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Ransomware explained – how digital extortion turns data into a silent hostage

John E Dunn | June 21, 2016
Ransomware has risen to the top of the malware pile. We look at how this has happened

A key capability of Locky was ability to deactivate local antivirus which in this case it had most likely achieved as it was not detected. Once inside a network what ammeter was the speed of response and the ability to piece together the fragments of anomalous behaviour into a larger picture so that admins weren't overloaded with false positives, says Ollmann.

"It does take w while for network assets to be encrypted. You'll find it may be 10GB per half day that can be encrypted."

Ransomware explained - what's next?

All sorts of possibilities have popped into the minds of researchers, chief among them the idea of a large-scale ransom attack on a corporate in which attackers spend weeks or months penetrating a network in the manner of data breach attackers. Using stolen credentials, they map out not only valuable data stores (databases, code repositories, shares) but gain a detailed view of the backup routines and services. Worm-like ransomware would be used to spread the infection around a network before the detonation date.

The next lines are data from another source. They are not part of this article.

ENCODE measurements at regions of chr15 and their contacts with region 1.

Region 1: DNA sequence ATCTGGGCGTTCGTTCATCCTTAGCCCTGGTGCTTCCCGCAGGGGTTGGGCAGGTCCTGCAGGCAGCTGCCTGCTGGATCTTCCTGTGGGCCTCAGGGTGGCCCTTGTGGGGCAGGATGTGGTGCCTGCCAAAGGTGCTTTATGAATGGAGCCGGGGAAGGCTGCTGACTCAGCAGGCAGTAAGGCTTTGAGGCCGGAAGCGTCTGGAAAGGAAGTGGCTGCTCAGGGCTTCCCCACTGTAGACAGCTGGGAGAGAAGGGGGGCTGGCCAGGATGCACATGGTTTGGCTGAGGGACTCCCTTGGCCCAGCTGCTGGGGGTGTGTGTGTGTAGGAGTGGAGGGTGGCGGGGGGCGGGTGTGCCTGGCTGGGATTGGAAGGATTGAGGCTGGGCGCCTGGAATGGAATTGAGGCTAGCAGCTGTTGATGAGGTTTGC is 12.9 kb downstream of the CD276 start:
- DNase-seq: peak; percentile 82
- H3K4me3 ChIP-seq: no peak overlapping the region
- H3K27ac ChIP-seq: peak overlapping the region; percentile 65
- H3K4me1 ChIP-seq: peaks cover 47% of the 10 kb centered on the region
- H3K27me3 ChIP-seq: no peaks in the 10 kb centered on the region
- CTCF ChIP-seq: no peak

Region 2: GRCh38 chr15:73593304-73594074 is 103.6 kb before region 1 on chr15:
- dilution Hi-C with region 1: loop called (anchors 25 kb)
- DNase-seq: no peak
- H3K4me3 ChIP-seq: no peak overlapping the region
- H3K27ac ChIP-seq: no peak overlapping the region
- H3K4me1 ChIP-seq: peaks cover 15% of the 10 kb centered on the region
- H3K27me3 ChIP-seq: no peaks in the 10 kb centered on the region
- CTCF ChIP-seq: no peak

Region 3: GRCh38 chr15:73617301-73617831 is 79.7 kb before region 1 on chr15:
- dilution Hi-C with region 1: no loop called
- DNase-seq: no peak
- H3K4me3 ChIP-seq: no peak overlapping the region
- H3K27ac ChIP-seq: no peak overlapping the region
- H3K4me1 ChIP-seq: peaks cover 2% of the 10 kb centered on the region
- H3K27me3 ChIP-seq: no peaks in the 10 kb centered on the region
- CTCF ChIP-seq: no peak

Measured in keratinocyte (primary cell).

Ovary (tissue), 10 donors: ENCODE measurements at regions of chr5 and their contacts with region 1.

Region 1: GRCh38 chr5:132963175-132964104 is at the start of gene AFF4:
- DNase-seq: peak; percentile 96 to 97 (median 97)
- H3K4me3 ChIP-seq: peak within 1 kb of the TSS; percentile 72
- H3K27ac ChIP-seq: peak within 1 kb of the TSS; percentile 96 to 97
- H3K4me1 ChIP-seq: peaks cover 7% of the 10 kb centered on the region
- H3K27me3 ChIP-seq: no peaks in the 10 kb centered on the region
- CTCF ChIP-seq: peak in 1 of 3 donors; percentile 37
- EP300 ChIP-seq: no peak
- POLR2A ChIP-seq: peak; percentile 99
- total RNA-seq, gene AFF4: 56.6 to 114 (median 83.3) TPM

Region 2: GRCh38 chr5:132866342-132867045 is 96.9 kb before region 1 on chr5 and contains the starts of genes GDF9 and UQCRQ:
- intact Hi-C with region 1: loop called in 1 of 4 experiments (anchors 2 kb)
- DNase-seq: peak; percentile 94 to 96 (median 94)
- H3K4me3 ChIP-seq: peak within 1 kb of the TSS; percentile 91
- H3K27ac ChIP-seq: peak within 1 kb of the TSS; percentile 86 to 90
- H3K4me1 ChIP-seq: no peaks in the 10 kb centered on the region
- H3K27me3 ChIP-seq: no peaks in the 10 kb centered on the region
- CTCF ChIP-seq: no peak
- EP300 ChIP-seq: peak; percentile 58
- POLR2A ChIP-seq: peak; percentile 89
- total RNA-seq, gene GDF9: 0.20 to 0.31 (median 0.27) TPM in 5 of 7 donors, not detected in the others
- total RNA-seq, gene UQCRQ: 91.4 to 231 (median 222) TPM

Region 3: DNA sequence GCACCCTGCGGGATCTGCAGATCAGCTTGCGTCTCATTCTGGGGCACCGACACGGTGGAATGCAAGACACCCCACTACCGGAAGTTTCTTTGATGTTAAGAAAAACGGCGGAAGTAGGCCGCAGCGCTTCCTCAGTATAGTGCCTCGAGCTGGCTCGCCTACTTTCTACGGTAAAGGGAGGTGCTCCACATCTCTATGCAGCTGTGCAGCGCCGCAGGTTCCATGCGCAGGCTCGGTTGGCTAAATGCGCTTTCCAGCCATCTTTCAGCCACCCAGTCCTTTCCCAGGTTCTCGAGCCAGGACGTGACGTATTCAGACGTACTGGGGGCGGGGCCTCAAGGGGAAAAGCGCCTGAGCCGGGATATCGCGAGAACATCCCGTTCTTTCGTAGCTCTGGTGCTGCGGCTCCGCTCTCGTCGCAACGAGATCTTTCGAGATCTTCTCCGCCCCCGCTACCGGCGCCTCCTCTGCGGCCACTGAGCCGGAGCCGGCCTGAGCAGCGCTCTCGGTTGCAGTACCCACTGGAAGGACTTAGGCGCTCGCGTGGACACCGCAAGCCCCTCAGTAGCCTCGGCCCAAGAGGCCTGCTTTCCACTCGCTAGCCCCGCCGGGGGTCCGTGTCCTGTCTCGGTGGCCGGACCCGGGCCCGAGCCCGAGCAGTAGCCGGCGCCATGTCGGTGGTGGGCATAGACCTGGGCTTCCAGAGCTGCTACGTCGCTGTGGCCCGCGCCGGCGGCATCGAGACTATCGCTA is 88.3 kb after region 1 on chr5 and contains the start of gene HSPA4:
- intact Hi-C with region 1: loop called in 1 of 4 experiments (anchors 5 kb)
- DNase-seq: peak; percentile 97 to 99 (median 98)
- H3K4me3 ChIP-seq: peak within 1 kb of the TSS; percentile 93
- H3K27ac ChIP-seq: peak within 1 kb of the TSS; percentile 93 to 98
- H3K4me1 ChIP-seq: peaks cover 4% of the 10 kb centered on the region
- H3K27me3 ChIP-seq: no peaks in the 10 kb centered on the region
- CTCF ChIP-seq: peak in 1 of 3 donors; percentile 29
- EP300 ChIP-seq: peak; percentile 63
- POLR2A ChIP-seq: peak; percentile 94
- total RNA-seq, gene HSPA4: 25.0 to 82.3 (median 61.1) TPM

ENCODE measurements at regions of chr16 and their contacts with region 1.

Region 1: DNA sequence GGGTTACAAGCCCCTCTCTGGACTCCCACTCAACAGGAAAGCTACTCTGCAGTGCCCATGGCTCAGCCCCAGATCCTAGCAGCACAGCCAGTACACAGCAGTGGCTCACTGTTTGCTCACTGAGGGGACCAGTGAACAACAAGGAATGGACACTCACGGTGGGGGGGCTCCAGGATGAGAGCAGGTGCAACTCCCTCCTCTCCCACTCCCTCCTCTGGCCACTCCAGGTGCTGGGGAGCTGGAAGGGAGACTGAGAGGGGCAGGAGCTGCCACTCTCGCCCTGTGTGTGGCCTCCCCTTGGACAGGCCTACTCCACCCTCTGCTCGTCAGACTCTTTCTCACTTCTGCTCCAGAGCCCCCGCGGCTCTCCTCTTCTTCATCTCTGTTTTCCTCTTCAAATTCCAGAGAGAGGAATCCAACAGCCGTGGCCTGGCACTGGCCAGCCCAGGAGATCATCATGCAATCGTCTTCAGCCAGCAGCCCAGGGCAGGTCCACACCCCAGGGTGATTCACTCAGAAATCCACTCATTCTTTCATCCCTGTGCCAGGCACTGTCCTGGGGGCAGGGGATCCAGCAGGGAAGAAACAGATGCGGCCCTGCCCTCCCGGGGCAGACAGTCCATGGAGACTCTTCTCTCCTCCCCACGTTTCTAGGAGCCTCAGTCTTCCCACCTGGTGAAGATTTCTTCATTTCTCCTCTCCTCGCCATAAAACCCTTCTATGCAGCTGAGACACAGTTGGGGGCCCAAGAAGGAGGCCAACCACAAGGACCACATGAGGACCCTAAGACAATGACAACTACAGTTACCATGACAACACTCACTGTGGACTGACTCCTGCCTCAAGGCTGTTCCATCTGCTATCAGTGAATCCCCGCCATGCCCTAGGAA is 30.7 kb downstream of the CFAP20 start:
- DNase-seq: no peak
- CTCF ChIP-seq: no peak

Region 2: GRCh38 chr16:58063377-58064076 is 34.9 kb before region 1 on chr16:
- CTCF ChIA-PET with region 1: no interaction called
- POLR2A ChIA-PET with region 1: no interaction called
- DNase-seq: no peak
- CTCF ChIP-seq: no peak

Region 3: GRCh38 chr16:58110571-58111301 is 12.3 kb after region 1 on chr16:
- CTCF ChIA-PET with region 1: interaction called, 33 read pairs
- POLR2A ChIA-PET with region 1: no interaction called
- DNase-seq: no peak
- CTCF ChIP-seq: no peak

"Once launched, the malware is more or less unstoppable. In the span of an hour, over 800 servers and 3,200 workstations are compromised; half the organization's digital assets, and the vast majority of the company's data are encrypted. Disaster Recovery mode is initiated, but the DR environment was also compromised due to shared credentials and poor segmentation," hypothesized Talos.

"The target is forced back into the 1980s: digital typewriters, notebooks, fax machines, post-it notes, paper checks and the like."

Such an attack could be launched for money, probably in the millions, but also conceivably for ideological reasons. In the latter case, a company might be asked to make a public statement.

It sounds far-fetched but only the most optimistic don't think it will come to pass at some point. The history of malware works this way: what can be imagined usually happens eventually. The weaker and less protected networks will be the first to succumb but as we now know that could in theory be almost anyone.


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